The Restatement (Second) of Judgments § 83 (1980) provides an extensive discussion of this issue and states in part:
"(3) An adjudicative determination of a claim by an administrative tribunal does not preclude relitigation in another tribunal of the same or a related claim based on the same transaction if the scheme of remedies permits assertion of the second claim notwithstanding the adjudication of the first claim.
"(4) An adjudicative determination of an issue by an administrative tribunal does not preclude relitigation of that issue in another tribunal if according preclusive effect to determination of the issue would be incompatible with a legislative policy that:
"(a) The determination of the tribunal adjudicating the issue is not to be accorded conclusive effect in subsequent proceedings; or
"(b) The tribunal in which the issue subsequently arises be free to make an independent determination of the issue in question."
Comment g explains that qualifications and exceptions to the rule of claim preclusion have particular importance with respect to adjudication by administrative agencies:
"One important qualification has to do with the definition of `claim' itself. In the context of civil actions in courts, the term `claim' is broadly defined. . . .
"In contrast, the jurisdiction of administrative agencies is usually defined in terms of specified substantive legal provisions. . . . These limitations on authority of the tribunal should carry corresponding limitations on the scope of `claim' for purposes of the rule of claim preclusion."
The Kansas Civil Service Act, K.S.A. 75-2925 et seq., provides a complete procedure for administrative review in cases where an employee in the classified service of the State complains of a wrongful dismissal. A dismissed employee is required to exhaust all administrative remedies before bringing an independent action to challenge the dismissal. Pecenka v. Alquest, 232 Kan. 97, 100, 652 P.2d 679 (1982). In the present case, Parker was required to pursue her administrative remedies for wrongful discharge before the Board before she had the right to bring the district court action for discriminatory discharge.
A Board hearing investigates the reasonableness of the employee's dismissal. K.S.A. 1988 Supp. 75-2949(f); K.S.A. 75-2949d. A reason specifically based on race is included among those not constituting a bona fide occupational qualification. K.S.A. 75-2926(7). Under applicable statutory authority at the time of the instant case, the Board had the power to affirm, modify, or reverse, and order any other action it deemed appropriate. K.S.A. 75-2929e. K.S.A. 1988 Supp. 77-617 and K.S.A. 77-619 limit the evidence and issues available for judicial review of the Board's discretion.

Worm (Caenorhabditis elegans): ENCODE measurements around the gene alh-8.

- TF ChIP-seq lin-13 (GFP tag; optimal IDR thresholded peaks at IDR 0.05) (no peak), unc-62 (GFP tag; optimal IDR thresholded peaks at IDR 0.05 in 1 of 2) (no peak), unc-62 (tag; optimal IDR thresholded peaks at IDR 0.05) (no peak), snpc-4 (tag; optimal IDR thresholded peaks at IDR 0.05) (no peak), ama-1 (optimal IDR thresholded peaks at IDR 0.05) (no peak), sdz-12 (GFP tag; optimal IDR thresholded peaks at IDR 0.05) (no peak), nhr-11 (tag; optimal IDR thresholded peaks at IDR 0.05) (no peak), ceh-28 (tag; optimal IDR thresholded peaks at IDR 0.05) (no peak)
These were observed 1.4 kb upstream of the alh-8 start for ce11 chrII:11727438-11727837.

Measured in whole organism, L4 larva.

Parker could have raised the issue of racial discrimination in her hearing before the Board determining the reasonableness of her discharge but, as she had the right to do, elected to submit this issue to the KCCR. Parker could not, however, assert the claims for actual damages (including pain, suffering and humiliation) in excess of $2,000 and punitive damages, nor could she have received de novo review of the action in district court with or without a jury as is guaranteed by K.S.A. 44-1011(b). The Board thus lacked the authority to consider certain aspects of Parker's claim and she should not be precluded from pursuing an action pursuant to K.S.A. 44-1001.
Our Kansas Supreme Court has made it clear that an adverse ruling before the KCCR will not preclude an independent civil action:
"Any person who claims to be aggrieved by an alleged unlawful employment practice [under K.S.A. 44-1001 et seq.] may file a complaint with the Commission [on Civil Rights]. But may such a charge be the basis for the direct civil action in the courts, following the exhaustion of the administrative procedure before the Commission? We hold that it may. We find no language in the act evidencing a legislative intent to make the procedure before the Commission the exclusive means by which rights granted by the act may be enforced." Van Scoyk v. St. Mary's Assumption Parochial School, 224 Kan. 304, 305-06, 580 P.2d 1315 (1978). (Emphasis added.)
Justice Miller, (now Chief Justice) writing for the court in Van Scoyk, went on to note that, in circumstances such as those in the present case when administrative remedies have been exhausted and the KCCR has entered a finding of no probable cause, a tort action is appropriate: